Horsforth is a town and civil parish within the City of Leeds metropolitan borough, in West Yorkshire, England, lying to the north west of Leeds. Historically within the West Riding of Yorkshire, it has a population of 18,928. Horsforth was considered to have the largest population of any village in the United Kingdom during the latter part of the 19th century. It became part of the City of Leeds metropolitan borough in 1974, and became a civil parish with town council in 1999.
Horsforth is first mentioned in manuscript in the Domesday Book of 1086 as Horseford, Horseforde, Hoseforde; but late-ninth-century coins with the legend ORSNA FORD and OHSNA FORD seem to have come from Horsforth. The name derives from Old English hors or, to judge from the coins, *horsa ('horse') in the genitive plural form horsa/horsna + ford 'ford', thus meaning 'horses' ford'. This refers to a river crossing on the River Aire, probably used for the transport of woollen goods to and from Pudsey, Shipley and Bradford. The original ford was situated off Calverley Lane, but was replaced by a stone footbridge at the turn of the 19th century.
The three unnamed Saxon thegns that held the land at the Conquest gave way to the king and then lesser Norman nobles, but it was not long after this that most of the village came under the control of Kirkstall Abbey, a Cistercian house founded in 1152 on the bank of the River Aire downstream of Horsforth.
After the Dissolution of the Monasteries in 1539, Horsforth was partitioned and sold to five families, one was the Stanhopes who achieved supremacy and controlled the village for the next 300 years. The estate record of the Stanhopes is regarded as one of the most extensive and important collections of its kind, complementing the extensive mediaeval record associated with Kirkstall Abbey.
Until the mid 19th century, Horsforth was an agricultural community which expanded rapidly with the growth of the nearby industrial centre of Leeds. At Woodside was founded in about 1820 the tannery business of the Watson family, at the eastern edge of their small family farm, now memorialised by Tanhouse Hill Lane. The business transformed into a soap manufacturer which moved in 1861 to Whitehall Road in Leeds and under the chairmanship of Joseph Watson junior, created Baron Manton in 1922, as Joseph Watson & Sons Ltd, became the largest soap supplier to the NE of England, second in size nationally only to the Liverpool firm of Lever Brothers. Industrially, Horsforth has a long history of producing high quality stone from its quarries. Not only did it supply Kirkstall Abbey with building materials and millstones in the medieval period, it provided the stone for Scarborough seafront and sent its prized sandstone from its Golden Bank Quarry as far afield as Egypt. Situated on Horsforth Beck (Oil Mill Beck) were a string of mills serving the textile trade, but a large area of the town still reflects its original function as an agricultural community.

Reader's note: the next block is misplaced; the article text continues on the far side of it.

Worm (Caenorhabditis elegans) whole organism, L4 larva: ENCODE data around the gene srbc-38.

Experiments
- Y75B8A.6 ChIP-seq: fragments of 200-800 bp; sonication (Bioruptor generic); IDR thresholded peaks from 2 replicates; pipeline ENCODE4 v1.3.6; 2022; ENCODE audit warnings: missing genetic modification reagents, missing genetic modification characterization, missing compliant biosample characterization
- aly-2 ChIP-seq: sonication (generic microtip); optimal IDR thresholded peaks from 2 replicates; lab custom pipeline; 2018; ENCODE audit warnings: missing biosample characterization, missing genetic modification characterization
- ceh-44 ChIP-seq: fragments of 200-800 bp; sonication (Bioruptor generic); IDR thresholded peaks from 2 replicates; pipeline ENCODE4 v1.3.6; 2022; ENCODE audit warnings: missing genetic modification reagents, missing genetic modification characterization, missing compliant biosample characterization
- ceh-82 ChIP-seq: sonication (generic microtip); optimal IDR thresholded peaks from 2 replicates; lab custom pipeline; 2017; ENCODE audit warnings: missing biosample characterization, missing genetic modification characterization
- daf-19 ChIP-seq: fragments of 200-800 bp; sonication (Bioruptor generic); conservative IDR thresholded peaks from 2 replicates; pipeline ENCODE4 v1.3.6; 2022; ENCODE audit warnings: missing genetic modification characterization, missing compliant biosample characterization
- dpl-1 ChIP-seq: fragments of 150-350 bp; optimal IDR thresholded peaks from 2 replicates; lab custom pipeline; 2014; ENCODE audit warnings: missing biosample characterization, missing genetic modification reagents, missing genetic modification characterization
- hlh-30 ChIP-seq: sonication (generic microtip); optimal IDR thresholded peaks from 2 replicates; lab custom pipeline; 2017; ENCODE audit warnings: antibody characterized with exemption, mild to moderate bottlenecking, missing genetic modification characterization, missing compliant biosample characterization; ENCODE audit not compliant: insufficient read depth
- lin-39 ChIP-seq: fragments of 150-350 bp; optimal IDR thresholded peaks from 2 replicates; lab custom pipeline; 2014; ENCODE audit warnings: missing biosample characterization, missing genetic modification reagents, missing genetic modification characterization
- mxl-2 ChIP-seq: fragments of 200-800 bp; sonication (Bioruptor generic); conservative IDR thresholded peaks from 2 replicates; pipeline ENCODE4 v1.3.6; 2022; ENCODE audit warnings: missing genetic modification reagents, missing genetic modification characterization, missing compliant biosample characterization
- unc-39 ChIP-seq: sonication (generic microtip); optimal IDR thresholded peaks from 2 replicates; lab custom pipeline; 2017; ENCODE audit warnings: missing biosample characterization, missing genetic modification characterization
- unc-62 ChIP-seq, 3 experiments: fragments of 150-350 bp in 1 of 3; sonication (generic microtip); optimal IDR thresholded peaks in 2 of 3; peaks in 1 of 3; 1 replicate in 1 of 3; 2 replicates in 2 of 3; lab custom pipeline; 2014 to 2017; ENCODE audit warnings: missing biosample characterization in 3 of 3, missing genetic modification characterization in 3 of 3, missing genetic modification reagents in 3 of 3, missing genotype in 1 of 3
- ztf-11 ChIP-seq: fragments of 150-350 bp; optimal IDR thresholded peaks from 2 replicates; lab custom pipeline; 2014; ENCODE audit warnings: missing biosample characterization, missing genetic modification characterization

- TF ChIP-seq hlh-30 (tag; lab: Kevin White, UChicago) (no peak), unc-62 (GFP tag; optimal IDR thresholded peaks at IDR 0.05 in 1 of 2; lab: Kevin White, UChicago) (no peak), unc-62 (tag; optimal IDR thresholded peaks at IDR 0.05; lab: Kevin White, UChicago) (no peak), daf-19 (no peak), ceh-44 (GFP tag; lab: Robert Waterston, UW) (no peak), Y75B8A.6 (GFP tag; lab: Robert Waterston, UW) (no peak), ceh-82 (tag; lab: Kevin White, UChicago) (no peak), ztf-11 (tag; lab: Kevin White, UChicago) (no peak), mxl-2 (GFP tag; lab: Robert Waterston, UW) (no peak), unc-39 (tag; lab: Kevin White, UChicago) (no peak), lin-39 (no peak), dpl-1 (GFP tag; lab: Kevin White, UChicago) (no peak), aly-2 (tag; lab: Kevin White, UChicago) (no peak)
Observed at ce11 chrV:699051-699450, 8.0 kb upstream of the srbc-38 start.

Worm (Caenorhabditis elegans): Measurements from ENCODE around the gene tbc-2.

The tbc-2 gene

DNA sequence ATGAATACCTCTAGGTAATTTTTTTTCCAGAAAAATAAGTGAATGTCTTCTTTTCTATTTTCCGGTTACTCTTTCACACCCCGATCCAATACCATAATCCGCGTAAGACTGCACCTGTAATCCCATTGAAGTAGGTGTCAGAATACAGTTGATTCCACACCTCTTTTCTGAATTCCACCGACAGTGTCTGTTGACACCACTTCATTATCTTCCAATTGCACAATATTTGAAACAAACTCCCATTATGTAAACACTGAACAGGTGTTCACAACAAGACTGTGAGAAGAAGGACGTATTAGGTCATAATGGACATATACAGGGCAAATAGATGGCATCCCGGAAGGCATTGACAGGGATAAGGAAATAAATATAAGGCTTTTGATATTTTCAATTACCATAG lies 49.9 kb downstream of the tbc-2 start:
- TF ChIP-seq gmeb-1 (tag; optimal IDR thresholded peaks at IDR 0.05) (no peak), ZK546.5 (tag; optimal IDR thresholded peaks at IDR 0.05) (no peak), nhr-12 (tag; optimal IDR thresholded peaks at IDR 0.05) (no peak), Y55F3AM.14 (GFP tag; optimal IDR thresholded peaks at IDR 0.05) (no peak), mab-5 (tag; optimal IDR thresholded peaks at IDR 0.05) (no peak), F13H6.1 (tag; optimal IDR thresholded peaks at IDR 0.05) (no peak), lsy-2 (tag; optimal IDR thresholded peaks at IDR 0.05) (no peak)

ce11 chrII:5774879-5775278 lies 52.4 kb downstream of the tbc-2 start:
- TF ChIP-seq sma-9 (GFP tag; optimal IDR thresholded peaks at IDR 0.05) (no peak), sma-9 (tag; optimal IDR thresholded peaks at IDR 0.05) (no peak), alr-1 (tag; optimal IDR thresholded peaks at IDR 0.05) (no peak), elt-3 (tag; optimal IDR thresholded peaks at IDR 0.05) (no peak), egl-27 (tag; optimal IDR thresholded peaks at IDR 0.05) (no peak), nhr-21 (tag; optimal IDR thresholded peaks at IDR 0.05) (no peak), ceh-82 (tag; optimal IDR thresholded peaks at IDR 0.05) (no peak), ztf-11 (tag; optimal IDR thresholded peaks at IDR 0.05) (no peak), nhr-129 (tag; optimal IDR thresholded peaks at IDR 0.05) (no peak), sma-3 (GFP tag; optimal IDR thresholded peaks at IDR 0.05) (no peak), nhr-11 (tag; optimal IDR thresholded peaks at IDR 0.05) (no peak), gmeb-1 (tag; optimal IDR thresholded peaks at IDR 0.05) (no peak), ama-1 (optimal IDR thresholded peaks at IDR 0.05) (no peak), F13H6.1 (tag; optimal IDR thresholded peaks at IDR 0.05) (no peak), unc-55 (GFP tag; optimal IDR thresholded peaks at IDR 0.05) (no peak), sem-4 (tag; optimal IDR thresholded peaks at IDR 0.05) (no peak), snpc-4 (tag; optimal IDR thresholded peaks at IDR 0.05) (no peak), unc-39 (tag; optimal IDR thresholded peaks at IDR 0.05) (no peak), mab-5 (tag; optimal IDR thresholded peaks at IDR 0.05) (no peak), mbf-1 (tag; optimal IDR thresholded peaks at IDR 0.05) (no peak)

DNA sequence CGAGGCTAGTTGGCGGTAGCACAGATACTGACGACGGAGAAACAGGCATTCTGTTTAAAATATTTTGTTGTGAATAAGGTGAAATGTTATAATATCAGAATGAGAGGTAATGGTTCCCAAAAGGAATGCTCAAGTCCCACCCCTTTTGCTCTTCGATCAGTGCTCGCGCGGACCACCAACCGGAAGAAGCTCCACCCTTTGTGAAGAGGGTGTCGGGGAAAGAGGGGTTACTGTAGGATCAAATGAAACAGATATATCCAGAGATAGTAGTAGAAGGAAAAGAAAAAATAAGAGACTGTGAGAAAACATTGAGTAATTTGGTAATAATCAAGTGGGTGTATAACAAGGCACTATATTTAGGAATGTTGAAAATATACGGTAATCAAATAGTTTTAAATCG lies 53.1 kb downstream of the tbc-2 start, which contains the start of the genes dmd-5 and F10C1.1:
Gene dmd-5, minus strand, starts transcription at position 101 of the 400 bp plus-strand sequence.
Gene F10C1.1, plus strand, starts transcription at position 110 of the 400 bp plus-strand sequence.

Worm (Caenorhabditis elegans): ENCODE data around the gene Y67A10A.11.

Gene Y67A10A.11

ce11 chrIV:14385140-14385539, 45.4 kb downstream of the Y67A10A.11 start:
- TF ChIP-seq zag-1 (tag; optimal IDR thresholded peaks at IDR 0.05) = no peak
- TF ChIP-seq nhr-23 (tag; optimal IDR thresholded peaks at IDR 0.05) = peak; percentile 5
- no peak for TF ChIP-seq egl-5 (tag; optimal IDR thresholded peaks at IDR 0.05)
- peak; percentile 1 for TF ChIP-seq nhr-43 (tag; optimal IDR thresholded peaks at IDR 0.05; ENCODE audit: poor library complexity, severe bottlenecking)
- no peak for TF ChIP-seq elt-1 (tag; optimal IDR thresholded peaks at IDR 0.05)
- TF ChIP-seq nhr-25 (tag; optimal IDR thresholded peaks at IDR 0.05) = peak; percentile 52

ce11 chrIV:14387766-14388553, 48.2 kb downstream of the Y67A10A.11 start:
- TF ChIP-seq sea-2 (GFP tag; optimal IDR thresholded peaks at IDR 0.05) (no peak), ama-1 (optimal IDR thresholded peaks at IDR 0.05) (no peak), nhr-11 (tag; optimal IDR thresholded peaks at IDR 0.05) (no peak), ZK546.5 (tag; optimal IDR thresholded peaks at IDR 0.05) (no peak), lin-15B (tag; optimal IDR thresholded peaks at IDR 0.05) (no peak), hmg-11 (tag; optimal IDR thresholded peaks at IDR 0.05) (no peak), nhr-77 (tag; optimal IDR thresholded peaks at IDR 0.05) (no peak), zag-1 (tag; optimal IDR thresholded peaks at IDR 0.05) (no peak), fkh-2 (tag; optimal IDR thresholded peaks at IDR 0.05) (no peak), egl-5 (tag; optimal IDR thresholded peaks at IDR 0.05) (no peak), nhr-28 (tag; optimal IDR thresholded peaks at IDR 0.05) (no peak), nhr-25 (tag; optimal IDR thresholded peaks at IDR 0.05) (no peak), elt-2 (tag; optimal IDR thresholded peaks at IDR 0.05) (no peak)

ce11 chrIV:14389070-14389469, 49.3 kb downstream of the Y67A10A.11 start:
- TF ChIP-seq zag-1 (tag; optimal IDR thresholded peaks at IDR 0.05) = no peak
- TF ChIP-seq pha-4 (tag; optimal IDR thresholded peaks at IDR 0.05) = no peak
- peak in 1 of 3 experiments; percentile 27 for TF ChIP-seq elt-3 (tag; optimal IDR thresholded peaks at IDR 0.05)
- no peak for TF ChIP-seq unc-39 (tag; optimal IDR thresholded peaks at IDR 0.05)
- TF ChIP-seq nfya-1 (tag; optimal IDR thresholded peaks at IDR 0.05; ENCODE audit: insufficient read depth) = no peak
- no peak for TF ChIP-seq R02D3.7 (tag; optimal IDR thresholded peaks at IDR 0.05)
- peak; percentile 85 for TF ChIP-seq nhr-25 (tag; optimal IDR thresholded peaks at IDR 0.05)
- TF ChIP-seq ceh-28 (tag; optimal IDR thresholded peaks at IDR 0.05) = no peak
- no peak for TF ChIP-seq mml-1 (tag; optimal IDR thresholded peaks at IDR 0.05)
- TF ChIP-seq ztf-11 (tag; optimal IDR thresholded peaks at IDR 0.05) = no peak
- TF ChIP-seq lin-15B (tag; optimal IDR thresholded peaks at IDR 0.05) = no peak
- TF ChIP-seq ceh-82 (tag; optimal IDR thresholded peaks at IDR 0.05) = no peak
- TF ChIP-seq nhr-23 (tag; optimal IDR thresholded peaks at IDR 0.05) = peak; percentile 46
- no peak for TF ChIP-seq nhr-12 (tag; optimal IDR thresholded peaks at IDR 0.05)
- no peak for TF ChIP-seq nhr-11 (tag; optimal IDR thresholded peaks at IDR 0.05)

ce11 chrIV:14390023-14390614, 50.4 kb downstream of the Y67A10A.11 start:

Between 1861 and 1862, there was an outbreak of typhoid in Horsforth.
In the late 19th century it achieved note as the village with the largest population in England. Railways, turnpike roads, tramways and the nearby canal made it a focus for almost all forms of public and commercial transport and sealed its fate as a dormitory suburb of Leeds. Despite its large population and extensive commercial activity this role appears to have stopped it achieving independent town status and it remained a village (as Horsforth Urban District) until its inclusion in the City of Leeds metropolitan district when this was created in 1974. However, in 1999 a parish council was created for the area, which then exercised its right to declare Horsforth a town.
Horsforth Village Museum has collections and displays that aim to illustrate aspects of life set against the backdrop of the changing role of the village.
During World War II the £241,000 required to build the corvette HMS Aubretia was raised entirely by the people of Horsforth. In 2000 the then US President Bill Clinton acknowledged Horsforth's contribution to the war effort in a letter sent to local MP Paul Truswell. The letter now resides in the museum.